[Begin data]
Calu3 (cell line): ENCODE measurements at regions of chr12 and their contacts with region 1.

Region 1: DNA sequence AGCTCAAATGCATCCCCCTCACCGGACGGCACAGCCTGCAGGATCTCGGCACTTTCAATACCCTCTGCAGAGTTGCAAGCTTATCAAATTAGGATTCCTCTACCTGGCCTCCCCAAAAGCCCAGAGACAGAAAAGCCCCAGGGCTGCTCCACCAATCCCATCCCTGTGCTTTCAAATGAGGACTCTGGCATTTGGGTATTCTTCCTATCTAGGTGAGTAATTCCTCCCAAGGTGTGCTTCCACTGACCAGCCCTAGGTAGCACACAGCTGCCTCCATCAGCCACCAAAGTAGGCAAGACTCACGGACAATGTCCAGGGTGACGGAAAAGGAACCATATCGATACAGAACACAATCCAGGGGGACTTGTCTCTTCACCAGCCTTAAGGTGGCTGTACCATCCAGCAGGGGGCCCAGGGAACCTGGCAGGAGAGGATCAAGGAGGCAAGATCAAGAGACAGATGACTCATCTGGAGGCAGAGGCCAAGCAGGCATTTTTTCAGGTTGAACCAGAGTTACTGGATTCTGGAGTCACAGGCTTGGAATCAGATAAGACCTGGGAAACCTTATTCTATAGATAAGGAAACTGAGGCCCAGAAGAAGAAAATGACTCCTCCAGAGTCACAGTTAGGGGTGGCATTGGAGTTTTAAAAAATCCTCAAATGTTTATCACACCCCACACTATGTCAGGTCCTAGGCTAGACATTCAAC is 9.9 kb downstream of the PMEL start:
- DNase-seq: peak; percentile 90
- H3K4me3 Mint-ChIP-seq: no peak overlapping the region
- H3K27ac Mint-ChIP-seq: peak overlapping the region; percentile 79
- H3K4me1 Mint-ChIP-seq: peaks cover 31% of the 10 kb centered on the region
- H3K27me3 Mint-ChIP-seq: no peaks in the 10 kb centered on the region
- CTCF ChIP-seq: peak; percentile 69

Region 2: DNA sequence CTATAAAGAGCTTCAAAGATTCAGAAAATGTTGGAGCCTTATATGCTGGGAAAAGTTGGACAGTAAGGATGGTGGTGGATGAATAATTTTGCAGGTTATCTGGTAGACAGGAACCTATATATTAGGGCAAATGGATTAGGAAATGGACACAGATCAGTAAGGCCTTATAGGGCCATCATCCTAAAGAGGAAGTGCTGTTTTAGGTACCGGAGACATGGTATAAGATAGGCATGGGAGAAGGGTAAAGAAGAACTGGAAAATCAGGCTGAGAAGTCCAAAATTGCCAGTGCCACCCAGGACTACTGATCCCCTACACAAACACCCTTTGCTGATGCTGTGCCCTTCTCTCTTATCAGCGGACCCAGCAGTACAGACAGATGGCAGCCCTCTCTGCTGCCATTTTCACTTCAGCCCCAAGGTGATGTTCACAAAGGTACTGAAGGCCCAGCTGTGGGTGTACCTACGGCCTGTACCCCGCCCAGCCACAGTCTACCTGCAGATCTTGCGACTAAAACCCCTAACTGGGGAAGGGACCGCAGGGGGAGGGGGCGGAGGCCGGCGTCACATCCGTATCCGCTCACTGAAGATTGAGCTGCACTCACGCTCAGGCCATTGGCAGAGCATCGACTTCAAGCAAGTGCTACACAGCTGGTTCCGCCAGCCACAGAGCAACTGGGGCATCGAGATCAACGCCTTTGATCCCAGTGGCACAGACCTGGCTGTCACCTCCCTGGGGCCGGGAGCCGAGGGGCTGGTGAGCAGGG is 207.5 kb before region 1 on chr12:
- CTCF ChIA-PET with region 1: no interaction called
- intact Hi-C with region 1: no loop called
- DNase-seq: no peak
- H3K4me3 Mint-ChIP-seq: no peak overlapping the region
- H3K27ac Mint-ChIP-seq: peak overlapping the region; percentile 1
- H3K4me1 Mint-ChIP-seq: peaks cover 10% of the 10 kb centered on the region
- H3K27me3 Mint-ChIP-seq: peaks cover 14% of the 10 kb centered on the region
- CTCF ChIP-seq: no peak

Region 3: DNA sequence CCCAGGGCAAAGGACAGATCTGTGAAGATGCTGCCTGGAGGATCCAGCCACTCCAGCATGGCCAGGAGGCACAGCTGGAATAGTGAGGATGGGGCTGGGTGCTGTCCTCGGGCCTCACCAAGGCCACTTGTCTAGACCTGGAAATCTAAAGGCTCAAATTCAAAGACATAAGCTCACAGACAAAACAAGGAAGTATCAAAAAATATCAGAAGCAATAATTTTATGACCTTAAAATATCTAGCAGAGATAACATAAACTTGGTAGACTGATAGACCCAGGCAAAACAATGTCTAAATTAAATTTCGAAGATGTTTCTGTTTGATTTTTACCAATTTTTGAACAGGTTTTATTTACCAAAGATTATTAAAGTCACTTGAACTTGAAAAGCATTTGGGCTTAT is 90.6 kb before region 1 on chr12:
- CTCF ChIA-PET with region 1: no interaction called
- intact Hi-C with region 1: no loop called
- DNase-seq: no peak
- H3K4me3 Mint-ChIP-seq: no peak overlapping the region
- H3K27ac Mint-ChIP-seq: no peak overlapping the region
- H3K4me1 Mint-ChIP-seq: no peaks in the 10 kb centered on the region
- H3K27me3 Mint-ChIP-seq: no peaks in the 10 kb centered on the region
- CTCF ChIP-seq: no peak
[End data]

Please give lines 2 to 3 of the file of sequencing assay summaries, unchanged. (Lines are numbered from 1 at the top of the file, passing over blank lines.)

Region 1: DNA sequence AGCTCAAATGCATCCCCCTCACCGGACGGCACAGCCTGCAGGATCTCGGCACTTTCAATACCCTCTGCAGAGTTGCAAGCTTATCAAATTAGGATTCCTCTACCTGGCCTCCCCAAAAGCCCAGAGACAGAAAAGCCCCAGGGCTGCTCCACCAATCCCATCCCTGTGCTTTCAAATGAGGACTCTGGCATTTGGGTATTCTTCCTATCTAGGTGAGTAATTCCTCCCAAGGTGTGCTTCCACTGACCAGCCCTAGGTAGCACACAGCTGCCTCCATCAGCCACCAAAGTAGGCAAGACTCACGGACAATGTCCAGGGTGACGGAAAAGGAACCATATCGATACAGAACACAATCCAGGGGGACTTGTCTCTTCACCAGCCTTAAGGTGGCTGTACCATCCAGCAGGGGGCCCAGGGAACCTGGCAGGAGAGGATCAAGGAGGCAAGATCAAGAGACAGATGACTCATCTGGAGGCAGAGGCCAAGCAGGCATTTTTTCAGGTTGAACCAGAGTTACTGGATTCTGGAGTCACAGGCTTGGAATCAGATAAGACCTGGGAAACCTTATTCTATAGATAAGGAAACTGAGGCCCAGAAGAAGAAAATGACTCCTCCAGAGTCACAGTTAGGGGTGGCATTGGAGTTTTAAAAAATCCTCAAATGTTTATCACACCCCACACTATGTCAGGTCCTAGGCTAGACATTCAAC is 9.9 kb downstream of the PMEL start:
- DNase-seq: peak; percentile 90